HBO has become an important showcase for long-form non-fiction programming on important social issues. As a cable programming service, HBO has offered television audiences a broader range of controversial subjects that are often more explicit than network broadcasts. This commitment was exemplified in two documentaries last year:
High on Crack Street: Lost Lives in Lowell, an hour-long cinema verite portrait of several crack-addicts in a declining Massachusetts neighborhood. The camera took viewers uncomfortably close to addiction, leaving no romance in this view of the drug culture.
The Celluloid Closet, an engaging documentary about the evolution of gay and lesbian characters in Hollywood films. Intercut with anecdotes and observations by many film industry professionals are historical film clips, funny and poignant, once obscure and now remarkably frank. Narrated by Lily Tomlin and based on a book of the same name, this program turned the best of Hollywood’s skills into a revealing self-portrait.
The Silver Baton was accepted by Sheila Nevins, senior vice president for documentary and family programming for HBO.
This three-hour special edition of Frontline was a first-person journey of history and remembrance of Europe before World War II. The filmmaker, Marian Marzynski, returned to his native Poland with a friend to rediscover the Jewish village, or Shtetl, of their past, to see how much had survived the Holocaust. They befriended a young Polish non-Jew and explored the shards of Jewish culture he collected in the shtetl called Bransk. Their visit is full of stories of warmth, betrayal, humor and reconciliation. It is as much a report on modern Poland as it is a healing journey of mutual understanding.
The Silver Baton was accepted by Marian Marzynski, producer and director.
Starting with a 1982 photograph of a fourth grade class in the poor Brooklyn neighborhood of Bedford Stuyvesant, Dateline did some empirical research by tracking down 21 of the 24 students, now in their 20s. The effort took nine months to complete, and the program devoted forty minutes to the significant results. A frightening number of the men were in prison or had been involved in crime; the women, for the most part, were successful. Their reunion was enlightening and powerful.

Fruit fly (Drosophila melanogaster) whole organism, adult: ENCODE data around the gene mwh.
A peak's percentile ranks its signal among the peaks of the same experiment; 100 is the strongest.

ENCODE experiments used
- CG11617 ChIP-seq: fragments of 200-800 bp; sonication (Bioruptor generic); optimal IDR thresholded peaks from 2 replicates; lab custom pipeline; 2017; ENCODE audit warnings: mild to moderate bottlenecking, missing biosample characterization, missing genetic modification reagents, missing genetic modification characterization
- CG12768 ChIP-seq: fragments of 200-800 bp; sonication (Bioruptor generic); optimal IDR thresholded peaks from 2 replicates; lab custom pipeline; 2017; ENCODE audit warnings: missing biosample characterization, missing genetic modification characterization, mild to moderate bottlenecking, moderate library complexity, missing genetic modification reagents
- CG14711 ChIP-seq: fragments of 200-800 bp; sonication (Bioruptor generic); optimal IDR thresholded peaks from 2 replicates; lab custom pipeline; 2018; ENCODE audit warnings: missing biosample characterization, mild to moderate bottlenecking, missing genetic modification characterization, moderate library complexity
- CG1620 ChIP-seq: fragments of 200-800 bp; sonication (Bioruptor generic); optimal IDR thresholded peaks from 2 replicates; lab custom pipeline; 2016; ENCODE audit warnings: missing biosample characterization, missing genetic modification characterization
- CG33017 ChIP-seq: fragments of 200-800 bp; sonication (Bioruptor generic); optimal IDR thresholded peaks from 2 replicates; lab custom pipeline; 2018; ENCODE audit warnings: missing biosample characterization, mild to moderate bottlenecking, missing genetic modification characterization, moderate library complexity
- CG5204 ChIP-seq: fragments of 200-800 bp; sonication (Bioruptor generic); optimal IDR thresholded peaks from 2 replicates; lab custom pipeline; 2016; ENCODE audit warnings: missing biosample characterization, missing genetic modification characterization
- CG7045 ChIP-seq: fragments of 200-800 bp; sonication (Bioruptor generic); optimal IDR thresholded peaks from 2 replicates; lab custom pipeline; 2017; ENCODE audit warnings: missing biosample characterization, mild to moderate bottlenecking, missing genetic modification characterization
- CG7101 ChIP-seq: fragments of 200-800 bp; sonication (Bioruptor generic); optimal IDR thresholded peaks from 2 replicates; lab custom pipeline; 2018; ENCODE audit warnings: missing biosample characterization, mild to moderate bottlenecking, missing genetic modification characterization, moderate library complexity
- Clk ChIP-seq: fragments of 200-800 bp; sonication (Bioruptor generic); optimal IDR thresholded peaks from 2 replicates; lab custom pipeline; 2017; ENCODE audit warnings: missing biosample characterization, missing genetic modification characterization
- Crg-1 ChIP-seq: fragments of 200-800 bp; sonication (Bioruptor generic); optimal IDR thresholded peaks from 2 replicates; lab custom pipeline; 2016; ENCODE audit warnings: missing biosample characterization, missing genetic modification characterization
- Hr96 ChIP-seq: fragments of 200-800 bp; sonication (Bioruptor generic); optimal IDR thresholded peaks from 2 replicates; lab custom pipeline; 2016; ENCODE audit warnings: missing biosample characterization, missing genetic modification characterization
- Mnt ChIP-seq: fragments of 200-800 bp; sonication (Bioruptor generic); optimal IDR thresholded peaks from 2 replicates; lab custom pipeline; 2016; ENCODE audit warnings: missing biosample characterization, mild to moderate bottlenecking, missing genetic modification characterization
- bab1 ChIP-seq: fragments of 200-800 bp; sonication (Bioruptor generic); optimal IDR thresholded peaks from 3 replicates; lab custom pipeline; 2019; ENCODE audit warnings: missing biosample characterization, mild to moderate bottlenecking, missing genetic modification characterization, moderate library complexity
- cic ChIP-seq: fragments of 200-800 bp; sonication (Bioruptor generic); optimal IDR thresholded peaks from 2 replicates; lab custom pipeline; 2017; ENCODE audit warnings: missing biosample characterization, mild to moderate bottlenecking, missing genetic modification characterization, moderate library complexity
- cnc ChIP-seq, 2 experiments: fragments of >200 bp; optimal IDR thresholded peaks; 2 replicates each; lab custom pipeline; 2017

The Silver Baton was accepted by producer John Bloch.
This 90-minute biography of a fabulously quirky character aired on the PBS series American Masters. The producers found superb archival footage that demonstrated the genius and the iconoclast in Buckminster Fuller—architect, engineer, poet, inventor and philosopher, whose most memorable legacy is the geodesic dome. The interviews with many artists, cultural observers, and scholars, provide insight and light-hearted reflections on Fuller’s exceptional life.
The Silver Baton was accepted by independent producers Kirk Simon and Karen Goodman.
In Punishing Saddam, produced by Catherine Olian, the 60 Minutes team reported on the impact of UN sanctions on civilians in Iraq. Focusing on shortages of food and medicine as well as the decline in sanitary conditions because of the embargo, Lesley Stahl demonstrated the moral dilemmas of foreign policy.
In Too Good to be True, produced by Suzanne St. Pierre, Morley Safer revisited graduates of West Side Prep, a private inner-city school in Chicago, the same group he had profiled 16 years before. The success of these students refuted charges by social scientist Charles Murray in his book The Bell Curve that the school could not have improved the prospects of its poor, deprived children.